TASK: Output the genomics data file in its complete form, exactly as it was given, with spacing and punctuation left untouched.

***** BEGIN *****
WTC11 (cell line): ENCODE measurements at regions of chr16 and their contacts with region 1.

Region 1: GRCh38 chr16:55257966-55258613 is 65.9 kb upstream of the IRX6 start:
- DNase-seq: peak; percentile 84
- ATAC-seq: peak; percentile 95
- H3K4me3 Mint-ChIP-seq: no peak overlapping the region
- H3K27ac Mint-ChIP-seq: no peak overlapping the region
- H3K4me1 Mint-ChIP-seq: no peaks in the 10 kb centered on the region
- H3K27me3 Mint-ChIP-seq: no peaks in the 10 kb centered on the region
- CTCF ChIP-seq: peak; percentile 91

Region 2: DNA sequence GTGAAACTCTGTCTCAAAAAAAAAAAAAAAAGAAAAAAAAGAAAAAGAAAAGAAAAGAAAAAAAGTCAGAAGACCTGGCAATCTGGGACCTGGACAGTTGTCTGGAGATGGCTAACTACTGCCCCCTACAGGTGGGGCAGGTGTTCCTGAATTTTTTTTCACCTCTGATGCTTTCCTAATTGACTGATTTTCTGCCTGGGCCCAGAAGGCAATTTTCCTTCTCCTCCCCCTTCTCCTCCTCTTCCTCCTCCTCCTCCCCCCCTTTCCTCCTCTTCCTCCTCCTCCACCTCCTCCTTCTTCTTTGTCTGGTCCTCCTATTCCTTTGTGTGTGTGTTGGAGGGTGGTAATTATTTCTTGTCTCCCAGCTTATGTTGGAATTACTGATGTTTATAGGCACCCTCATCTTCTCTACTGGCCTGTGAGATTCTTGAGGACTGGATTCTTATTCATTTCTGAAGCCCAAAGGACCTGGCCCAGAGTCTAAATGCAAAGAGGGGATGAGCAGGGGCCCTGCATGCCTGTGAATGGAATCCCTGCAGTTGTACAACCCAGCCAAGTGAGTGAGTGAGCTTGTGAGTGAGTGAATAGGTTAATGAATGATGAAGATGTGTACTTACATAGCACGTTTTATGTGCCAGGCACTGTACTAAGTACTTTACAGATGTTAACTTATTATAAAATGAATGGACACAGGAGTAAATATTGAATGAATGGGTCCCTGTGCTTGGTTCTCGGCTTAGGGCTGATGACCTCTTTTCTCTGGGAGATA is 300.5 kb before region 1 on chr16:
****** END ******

WTC11 (cell line): ENCODE measurements at regions of chr16 and their contacts with region 1.

Region 1: GRCh38 chr16:55257966-55258613 is 65.9 kb upstream of the IRX6 start:
- DNase-seq: peak; percentile 84
- ATAC-seq: peak; percentile 95
- H3K4me3 Mint-ChIP-seq: no peak overlapping the region
- H3K27ac Mint-ChIP-seq: no peak overlapping the region
- H3K4me1 Mint-ChIP-seq: no peaks in the 10 kb centered on the region
- H3K27me3 Mint-ChIP-seq: no peaks in the 10 kb centered on the region
- CTCF ChIP-seq: peak; percentile 91

Region 2: DNA sequence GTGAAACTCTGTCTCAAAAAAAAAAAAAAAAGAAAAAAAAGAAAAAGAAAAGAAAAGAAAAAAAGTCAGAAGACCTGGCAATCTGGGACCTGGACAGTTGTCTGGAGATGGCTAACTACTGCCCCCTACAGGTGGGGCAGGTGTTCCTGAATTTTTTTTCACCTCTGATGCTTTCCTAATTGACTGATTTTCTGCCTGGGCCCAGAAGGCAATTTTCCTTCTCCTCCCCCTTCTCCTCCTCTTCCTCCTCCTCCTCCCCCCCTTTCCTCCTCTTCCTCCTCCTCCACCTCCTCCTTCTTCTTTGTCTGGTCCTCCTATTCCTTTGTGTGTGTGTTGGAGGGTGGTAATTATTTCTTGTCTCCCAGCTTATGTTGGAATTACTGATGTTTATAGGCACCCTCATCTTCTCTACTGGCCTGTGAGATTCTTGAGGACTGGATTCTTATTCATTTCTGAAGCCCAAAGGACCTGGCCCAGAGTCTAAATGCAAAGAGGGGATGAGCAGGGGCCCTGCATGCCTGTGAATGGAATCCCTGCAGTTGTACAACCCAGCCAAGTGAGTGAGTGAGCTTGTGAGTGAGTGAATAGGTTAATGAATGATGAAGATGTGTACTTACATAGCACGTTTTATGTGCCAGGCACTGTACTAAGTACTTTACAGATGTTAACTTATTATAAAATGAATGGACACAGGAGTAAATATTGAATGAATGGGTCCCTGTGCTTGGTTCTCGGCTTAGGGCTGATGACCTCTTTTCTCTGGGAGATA is 300.5 kb before region 1 on chr16: